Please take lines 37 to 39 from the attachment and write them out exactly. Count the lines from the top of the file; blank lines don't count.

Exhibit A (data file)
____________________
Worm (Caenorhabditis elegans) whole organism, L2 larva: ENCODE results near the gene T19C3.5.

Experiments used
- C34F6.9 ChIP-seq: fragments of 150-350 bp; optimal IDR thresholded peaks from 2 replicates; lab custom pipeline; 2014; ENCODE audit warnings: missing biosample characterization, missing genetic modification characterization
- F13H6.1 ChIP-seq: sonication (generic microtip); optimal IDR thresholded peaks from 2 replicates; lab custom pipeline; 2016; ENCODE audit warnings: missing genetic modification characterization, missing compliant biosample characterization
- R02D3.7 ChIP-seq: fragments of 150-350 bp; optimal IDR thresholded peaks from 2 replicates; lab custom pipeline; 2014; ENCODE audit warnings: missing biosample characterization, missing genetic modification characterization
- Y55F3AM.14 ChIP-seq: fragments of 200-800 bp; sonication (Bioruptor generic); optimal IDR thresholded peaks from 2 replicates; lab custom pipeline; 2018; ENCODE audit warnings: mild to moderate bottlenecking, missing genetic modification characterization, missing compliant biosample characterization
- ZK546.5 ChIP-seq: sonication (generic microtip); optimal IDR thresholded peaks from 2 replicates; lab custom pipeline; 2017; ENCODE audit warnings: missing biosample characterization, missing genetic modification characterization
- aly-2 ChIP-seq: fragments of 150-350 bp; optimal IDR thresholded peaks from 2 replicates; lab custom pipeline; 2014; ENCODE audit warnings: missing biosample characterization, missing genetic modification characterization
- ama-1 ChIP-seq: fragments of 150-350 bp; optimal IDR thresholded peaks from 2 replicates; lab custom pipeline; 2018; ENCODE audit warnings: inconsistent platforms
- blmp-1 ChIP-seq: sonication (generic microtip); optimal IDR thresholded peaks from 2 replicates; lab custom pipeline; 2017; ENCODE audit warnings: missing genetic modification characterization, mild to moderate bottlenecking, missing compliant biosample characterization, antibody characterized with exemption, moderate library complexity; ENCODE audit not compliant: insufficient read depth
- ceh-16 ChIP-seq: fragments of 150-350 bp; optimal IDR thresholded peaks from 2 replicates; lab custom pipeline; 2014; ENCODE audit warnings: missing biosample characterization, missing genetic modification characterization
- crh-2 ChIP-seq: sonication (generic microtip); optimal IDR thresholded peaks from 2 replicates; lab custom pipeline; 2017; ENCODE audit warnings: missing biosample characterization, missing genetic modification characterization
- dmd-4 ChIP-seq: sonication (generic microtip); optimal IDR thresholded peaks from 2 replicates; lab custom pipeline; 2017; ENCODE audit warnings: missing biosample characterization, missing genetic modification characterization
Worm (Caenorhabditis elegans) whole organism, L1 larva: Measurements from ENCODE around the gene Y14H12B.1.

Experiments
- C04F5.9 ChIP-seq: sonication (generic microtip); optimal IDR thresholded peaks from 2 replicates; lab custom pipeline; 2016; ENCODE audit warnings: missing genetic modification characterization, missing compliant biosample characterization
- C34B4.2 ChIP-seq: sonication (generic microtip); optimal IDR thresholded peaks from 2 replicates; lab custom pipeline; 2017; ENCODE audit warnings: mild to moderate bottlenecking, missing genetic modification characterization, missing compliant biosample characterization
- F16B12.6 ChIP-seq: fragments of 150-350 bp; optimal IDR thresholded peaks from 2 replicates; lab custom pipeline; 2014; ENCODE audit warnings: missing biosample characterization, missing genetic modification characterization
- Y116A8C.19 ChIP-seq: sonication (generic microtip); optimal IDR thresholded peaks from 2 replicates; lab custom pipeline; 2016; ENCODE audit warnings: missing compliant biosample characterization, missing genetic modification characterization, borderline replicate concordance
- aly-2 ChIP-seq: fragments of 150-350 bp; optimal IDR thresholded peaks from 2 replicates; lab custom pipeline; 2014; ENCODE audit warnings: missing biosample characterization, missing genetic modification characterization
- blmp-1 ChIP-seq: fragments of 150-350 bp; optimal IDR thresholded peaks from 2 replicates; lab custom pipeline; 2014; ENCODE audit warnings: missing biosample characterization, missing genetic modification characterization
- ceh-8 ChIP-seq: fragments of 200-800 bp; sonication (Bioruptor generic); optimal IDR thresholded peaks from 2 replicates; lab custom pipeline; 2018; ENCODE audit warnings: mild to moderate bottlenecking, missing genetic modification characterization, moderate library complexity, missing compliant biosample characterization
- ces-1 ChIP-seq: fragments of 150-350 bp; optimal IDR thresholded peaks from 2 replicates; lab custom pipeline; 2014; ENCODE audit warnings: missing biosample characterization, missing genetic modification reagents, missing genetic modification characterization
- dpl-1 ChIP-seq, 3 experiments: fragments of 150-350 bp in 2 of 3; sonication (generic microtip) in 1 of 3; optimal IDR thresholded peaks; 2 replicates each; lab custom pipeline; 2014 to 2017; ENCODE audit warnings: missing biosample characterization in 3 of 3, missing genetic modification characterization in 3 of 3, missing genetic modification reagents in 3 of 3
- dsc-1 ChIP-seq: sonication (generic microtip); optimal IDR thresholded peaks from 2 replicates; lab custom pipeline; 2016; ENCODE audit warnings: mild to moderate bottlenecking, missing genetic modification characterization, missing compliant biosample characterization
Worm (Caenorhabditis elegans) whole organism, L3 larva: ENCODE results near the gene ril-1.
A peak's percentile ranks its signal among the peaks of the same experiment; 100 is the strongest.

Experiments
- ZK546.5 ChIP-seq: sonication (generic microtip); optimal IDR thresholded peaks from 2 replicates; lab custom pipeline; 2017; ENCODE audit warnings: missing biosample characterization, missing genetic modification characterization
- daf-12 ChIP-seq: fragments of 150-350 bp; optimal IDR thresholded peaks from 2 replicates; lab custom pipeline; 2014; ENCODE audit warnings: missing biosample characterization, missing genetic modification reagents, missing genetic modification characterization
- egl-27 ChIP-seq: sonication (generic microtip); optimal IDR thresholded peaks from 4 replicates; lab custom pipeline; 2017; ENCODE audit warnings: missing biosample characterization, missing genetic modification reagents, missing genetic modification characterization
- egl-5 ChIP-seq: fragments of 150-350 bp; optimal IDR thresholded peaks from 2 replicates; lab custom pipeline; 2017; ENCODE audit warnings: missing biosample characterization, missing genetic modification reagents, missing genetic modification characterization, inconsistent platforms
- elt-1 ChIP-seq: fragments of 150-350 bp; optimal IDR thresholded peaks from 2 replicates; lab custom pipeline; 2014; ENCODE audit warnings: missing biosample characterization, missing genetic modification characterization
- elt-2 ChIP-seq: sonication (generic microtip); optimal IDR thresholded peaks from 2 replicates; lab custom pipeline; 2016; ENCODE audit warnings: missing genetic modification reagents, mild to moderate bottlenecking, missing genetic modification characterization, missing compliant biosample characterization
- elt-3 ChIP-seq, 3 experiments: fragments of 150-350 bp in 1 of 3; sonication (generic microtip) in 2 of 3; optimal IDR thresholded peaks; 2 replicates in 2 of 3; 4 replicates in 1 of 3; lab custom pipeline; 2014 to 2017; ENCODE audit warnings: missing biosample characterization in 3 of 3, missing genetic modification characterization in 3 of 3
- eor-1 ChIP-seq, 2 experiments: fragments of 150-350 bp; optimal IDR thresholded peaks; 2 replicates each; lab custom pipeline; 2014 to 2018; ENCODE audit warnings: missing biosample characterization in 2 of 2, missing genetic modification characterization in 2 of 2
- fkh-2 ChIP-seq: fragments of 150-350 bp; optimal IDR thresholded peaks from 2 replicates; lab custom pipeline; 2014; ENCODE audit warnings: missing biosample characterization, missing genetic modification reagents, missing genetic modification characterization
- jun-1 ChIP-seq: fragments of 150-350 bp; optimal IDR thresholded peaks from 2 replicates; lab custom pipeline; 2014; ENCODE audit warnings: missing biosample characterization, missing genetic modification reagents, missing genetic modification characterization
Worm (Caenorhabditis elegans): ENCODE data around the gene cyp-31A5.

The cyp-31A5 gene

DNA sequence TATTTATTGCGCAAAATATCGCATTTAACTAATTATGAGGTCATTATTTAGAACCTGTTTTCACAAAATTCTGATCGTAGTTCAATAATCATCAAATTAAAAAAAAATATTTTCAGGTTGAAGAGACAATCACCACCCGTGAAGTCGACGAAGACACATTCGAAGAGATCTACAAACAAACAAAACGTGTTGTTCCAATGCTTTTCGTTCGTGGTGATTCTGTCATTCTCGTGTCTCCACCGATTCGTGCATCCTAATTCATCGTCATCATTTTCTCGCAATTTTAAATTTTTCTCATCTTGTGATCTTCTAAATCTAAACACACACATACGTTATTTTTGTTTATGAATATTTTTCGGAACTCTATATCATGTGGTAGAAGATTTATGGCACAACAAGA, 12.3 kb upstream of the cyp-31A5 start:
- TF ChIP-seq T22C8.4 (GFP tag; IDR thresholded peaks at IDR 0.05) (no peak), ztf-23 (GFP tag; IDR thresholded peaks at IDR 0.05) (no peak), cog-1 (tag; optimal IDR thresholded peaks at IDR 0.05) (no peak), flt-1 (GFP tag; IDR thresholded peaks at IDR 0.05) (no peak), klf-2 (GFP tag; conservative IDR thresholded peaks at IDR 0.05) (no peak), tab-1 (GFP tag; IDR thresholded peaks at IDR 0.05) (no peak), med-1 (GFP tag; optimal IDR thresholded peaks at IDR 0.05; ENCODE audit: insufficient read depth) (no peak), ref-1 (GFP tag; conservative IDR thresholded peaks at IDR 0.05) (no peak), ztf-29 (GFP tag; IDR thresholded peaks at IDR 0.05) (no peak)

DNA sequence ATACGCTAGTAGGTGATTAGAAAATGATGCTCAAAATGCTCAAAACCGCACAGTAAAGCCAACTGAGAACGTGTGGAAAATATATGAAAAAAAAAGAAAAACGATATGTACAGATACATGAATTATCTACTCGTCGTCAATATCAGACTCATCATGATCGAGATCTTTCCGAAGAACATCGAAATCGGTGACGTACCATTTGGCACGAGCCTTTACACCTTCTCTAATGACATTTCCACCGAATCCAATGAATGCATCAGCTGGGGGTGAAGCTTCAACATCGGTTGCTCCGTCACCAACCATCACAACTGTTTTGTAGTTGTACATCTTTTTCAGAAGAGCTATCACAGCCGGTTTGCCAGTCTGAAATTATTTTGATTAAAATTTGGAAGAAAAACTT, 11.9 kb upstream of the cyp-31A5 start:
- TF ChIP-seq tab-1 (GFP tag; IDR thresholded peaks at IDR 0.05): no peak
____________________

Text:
- fkh-2 ChIP-seq: fragments of 150-350 bp; optimal IDR thresholded peaks from 2 replicates; lab custom pipeline; 2014; ENCODE audit warnings: missing biosample characterization, missing genetic modification reagents, missing genetic modification characterization
- jun-1 ChIP-seq: fragments of 150-350 bp; optimal IDR thresholded peaks from 2 replicates; lab custom pipeline; 2014; ENCODE audit warnings: missing biosample characterization, missing genetic modification reagents, missing genetic modification characterization
Worm (Caenorhabditis elegans): ENCODE data around the gene cyp-31A5.